Dissecting a frog, making a potato clock, building baking soda volcanoes. Hands-on learning is key to a memorable education in STEM. In a school year where most kids were stuck in a virtual learning environment, students missed out on valuable educational experiences
Beginning in February and continuing through the year, Impression 5 Science Center will be distributing STEM — which stands for science, technology, engineering and mathematiccs — education kits every other month to Head Start ages 3 to 5 who live in the tri-county area.
“STEM education creates critical thinkers, increases science literacy and enables the next generation of innovators,” said Erik Larson, executive director of Impression 5. “We want to encourage STEM education during the pandemic with our kits.”
Grants from the Delta Dental Foundation and the Dart Foundation will fund the project. Over the course of the year, 900 to 1,600 kits are going to be sent out.
Larson stressed the importance of hands-on learning. Experimentation and exploration are essential in helping young students absorb the material they’re studying. “It helps solidify their understanding of whatever concept they’re studying,” he explained. “Being able to manipulate certain interactive devices gives them a deeper connection to the experience.”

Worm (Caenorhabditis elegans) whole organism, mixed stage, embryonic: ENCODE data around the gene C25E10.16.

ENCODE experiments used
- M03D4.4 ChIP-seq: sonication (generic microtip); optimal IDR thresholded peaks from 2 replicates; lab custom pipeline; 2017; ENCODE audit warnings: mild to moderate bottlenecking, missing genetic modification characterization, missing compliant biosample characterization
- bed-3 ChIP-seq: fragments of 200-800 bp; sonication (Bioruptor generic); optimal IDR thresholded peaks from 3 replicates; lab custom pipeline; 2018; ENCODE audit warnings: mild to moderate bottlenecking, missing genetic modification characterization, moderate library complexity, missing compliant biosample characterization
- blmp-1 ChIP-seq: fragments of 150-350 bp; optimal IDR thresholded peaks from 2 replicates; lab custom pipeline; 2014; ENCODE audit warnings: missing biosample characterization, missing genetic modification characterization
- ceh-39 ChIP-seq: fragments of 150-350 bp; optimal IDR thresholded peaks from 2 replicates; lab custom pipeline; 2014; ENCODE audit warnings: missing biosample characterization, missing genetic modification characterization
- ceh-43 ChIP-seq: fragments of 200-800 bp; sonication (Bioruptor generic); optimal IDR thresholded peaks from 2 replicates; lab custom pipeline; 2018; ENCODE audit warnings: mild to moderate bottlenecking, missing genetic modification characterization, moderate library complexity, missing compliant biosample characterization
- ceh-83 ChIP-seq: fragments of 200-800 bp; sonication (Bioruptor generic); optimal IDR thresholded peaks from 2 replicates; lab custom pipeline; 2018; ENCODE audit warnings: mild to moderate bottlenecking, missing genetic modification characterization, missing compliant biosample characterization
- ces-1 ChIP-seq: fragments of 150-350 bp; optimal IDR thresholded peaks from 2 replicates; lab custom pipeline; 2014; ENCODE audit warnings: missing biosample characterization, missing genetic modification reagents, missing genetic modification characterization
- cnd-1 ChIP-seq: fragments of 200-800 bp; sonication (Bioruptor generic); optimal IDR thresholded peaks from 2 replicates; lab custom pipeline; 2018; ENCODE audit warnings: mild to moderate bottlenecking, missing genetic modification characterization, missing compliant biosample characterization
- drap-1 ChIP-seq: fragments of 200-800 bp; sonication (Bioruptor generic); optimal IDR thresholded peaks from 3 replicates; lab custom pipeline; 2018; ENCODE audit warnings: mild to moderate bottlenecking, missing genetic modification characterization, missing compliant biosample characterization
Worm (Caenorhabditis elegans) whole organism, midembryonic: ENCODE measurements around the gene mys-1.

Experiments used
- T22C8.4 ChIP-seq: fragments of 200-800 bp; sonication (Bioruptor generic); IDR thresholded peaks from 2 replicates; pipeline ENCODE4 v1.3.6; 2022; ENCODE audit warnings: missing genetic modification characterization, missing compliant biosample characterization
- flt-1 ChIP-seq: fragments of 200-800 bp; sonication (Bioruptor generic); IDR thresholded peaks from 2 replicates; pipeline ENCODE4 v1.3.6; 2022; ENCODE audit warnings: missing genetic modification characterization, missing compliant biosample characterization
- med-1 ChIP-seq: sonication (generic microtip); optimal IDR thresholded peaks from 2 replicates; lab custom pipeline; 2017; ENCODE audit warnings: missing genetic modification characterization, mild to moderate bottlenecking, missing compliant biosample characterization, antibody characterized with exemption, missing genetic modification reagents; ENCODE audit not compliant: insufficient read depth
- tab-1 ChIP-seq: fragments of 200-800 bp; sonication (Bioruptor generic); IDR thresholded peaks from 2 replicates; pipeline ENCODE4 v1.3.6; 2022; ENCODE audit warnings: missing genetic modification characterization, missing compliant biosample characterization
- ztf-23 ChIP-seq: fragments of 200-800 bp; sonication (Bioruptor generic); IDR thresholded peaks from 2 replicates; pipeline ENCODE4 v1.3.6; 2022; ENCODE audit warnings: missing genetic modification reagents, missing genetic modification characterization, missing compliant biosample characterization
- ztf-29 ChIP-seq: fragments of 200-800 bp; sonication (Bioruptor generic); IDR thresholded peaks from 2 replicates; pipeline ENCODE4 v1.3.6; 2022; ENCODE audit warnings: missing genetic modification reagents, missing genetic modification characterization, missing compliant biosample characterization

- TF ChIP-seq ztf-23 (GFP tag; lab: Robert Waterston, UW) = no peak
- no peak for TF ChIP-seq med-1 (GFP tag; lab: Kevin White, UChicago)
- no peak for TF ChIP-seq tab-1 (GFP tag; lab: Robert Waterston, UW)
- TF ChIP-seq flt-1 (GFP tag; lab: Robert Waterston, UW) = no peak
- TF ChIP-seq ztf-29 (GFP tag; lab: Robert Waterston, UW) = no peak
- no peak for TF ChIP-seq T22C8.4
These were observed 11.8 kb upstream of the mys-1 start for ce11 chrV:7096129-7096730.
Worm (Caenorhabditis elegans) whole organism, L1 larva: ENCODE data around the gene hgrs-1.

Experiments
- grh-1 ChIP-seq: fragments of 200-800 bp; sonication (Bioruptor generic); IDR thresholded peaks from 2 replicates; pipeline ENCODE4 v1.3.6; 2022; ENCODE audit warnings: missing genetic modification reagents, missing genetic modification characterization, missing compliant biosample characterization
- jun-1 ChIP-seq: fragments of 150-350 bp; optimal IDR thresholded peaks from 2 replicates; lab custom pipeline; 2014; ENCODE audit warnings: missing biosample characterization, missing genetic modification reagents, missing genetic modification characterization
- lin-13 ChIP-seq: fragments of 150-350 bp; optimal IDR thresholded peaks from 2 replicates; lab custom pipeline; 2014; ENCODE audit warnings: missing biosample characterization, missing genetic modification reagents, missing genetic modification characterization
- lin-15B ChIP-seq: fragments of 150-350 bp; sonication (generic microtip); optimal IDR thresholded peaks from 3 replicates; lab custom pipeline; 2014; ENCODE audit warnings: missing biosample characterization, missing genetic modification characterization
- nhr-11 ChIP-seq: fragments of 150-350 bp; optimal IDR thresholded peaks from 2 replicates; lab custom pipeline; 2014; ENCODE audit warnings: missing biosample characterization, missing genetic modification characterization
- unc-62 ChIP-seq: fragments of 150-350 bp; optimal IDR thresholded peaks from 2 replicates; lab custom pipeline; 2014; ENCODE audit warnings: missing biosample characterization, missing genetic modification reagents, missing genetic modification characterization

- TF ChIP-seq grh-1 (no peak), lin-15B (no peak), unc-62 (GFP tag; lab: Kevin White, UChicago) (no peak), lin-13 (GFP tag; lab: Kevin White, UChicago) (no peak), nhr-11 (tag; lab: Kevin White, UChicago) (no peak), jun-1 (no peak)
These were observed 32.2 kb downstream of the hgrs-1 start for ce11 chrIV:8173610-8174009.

The kits were designed to follow along with a typical Head Start curriculum. Each one has a theme like recycling & Earth Day for April or math & oral health for February.
To encourage interactive learning, each kit includes different objects for the child to hold and interact with, plus an activity that they can complete with the help of their parents or caregivers.
Larson said that parents and teachers have been doing everything they can to make sure that children in virtual school are still getting a good education. But still, students are missing out on the opportunity to socialize with their teachers and peers.
“We know that teachers are doing their best to provide learning opportunities in a virtual environment,” said Larson. “We felt like we could try and supplement that with activities for the entire family to engage in.”
Impression 5 is also open to visitors at reduced hours and reduced capacity. Families can reserve a spot to visit the science center ahead of time. Impression 5 will gradually open up to more visitors as infection rates go down.
At the science center, Larson and his colleagues have been discussing ways to keep students engaged while they’re learning virtually. His advice is pretty simple: play. That’s it.
“Children are natural scientists,” said Larson. “They test, they take risks, they experiment with things all the time while they’re playing. So we’ve been encouraging families to provide time for their children to just play. It doesn’t even need to be guided by a certain curriculum.”
Impression 5 Science Center
200 Museum Dr., Lansing
Check online for reduced hours
(517) 485-8116, impression5.org